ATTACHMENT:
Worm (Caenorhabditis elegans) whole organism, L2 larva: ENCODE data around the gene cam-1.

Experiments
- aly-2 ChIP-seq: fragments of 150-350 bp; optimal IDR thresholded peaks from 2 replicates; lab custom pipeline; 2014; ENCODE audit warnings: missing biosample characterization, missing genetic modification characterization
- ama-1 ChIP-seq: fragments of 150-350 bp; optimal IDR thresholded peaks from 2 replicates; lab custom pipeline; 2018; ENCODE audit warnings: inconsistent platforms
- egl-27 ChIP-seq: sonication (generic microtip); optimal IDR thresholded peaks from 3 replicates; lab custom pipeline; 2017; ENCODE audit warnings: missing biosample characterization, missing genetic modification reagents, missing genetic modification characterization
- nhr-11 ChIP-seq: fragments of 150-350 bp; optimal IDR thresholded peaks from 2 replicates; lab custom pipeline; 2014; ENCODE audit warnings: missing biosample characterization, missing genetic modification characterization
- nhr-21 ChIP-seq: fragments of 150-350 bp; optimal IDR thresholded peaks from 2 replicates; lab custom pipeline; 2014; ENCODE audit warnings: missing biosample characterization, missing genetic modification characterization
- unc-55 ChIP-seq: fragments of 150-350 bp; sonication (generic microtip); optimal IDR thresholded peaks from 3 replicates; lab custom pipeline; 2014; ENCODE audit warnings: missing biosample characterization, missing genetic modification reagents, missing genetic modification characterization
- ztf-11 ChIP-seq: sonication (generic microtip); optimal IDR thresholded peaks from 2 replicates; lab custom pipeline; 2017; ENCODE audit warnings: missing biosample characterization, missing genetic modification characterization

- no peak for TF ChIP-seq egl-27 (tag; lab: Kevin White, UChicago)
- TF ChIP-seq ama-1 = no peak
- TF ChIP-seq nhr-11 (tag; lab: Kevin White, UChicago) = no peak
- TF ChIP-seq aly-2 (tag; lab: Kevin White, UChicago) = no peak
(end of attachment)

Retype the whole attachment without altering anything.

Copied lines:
Worm (Caenorhabditis elegans) whole organism, L2 larva: ENCODE data around the gene cam-1.

Experiments
- aly-2 ChIP-seq: fragments of 150-350 bp; optimal IDR thresholded peaks from 2 replicates; lab custom pipeline; 2014; ENCODE audit warnings: missing biosample characterization, missing genetic modification characterization
- ama-1 ChIP-seq: fragments of 150-350 bp; optimal IDR thresholded peaks from 2 replicates; lab custom pipeline; 2018; ENCODE audit warnings: inconsistent platforms
- egl-27 ChIP-seq: sonication (generic microtip); optimal IDR thresholded peaks from 3 replicates; lab custom pipeline; 2017; ENCODE audit warnings: missing biosample characterization, missing genetic modification reagents, missing genetic modification characterization
- nhr-11 ChIP-seq: fragments of 150-350 bp; optimal IDR thresholded peaks from 2 replicates; lab custom pipeline; 2014; ENCODE audit warnings: missing biosample characterization, missing genetic modification characterization
- nhr-21 ChIP-seq: fragments of 150-350 bp; optimal IDR thresholded peaks from 2 replicates; lab custom pipeline; 2014; ENCODE audit warnings: missing biosample characterization, missing genetic modification characterization
- unc-55 ChIP-seq: fragments of 150-350 bp; sonication (generic microtip); optimal IDR thresholded peaks from 3 replicates; lab custom pipeline; 2014; ENCODE audit warnings: missing biosample characterization, missing genetic modification reagents, missing genetic modification characterization
- ztf-11 ChIP-seq: sonication (generic microtip); optimal IDR thresholded peaks from 2 replicates; lab custom pipeline; 2017; ENCODE audit warnings: missing biosample characterization, missing genetic modification characterization

- no peak for TF ChIP-seq egl-27 (tag; lab: Kevin White, UChicago)
- TF ChIP-seq ama-1 = no peak
- TF ChIP-seq nhr-11 (tag; lab: Kevin White, UChicago) = no peak
- TF ChIP-seq aly-2 (tag; lab: Kevin White, UChicago) = no peak